Governments in several countries have developed legislation, such as prohibiting FGM in their criminal codes.


  1. Taking into account the psychological needs and ‘cultural identity’ of the people involved, physicians should explain the dangers and consequences of FGM and discourage performing or promoting FGM. Physicians should integrate women’s health promotion and counselling against FGM into their work.
  2. Physicians should assist in educating health professionals and work with local community, cultural and social leaders to educate them about the adverse consequences of FGM. They should support persons who want to end FGM and the establishment of community programmes designed to outlaw the practice, offering medical information about its damaging effects as necessary.
  3. There are active campaigns against FGM that are led by women leaders and heads of state in Africa and elsewhere.  These campaigns have issued strong statements against the practice.
  4. Physicians should work with groups such as these and others who manage pregnant women including midwives, nurses and traditional birth attendants, to ensure all practitioners have standardized and sensitive information about FGM.
  5. Physicians should cooperate with any preventive legal strategy when a child is at risk of undergoing FGM.
  6. National Medical Associations should stimulate public and professional awareness of the damaging effects of FGM.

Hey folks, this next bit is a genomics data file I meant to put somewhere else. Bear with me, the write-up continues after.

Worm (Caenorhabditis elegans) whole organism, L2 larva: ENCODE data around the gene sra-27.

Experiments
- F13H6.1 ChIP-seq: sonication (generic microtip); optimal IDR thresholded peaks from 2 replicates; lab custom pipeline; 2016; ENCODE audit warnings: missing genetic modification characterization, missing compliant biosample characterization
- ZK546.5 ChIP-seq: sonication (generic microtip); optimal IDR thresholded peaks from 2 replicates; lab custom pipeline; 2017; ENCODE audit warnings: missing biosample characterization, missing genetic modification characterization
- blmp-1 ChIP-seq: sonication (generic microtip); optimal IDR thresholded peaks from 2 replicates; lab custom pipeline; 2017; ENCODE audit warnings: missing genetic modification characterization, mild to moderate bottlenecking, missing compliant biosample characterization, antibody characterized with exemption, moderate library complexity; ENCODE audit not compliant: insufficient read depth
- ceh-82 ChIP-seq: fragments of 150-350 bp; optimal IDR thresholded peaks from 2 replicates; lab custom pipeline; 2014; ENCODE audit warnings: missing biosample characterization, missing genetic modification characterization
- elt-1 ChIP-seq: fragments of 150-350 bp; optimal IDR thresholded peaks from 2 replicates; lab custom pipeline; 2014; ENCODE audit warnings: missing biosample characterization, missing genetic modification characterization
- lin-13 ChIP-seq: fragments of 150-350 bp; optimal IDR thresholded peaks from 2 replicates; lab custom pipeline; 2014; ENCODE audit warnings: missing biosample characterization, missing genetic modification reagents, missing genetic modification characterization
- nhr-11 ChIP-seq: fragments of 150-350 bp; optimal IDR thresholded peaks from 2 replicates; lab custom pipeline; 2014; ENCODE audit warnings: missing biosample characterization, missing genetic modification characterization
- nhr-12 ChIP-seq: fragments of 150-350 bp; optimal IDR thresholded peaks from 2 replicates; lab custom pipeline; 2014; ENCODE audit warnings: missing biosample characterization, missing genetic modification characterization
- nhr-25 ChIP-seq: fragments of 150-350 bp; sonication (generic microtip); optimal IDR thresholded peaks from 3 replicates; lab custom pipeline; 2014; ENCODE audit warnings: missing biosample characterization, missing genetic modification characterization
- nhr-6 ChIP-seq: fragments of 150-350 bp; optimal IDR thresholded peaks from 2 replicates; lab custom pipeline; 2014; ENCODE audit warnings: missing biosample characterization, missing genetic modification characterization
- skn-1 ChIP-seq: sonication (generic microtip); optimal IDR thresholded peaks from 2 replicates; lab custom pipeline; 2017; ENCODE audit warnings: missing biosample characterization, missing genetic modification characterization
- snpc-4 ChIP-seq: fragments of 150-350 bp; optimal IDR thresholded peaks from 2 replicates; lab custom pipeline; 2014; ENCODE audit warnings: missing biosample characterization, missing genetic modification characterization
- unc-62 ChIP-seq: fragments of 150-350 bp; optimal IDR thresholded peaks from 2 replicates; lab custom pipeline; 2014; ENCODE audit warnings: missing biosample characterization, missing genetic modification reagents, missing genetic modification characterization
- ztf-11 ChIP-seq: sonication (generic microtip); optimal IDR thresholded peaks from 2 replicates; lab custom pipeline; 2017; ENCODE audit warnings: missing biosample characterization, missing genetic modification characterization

7. National Medical Associations should ensure that FGM education and awareness are part of its advocacy to prevent violence against women and girls.
  8. National Medical Associations should work with opinion leaders, encouraging them to become active advocates against FGM.
  9. National Medical Associations should stimulate government action in preventing the practice of FGM. This should include sustained advocacy programmes and the development of legislation prohibiting FGM.
  10. NMAs must prohibit involvement by physicians in the practice of FGM, including re-infibulation after childbirth. Physicians should be encouraged to perform reconstructive surgery on women who have undergone FGM. Physicians should seek to ensure the provision of adequate (and non-judgemental) medical and psychological care for women who have undergone FGM.
  11. Physicians should be aware that the risk of FGM might be a justification for overriding patient confidentiality, and allow disclosure to social or other relevant services to protect a child from serious harm.

[1] FGM can be classified into four types: clitoridectomy, excision, infibulation and other harmful procedures such as pricking, piercing, incising, scraping and cauterizing the genital area.

Circumcision, FGM, Genital Mutilation, Human Rights, Medicalisation, Mutilation, Violence against Women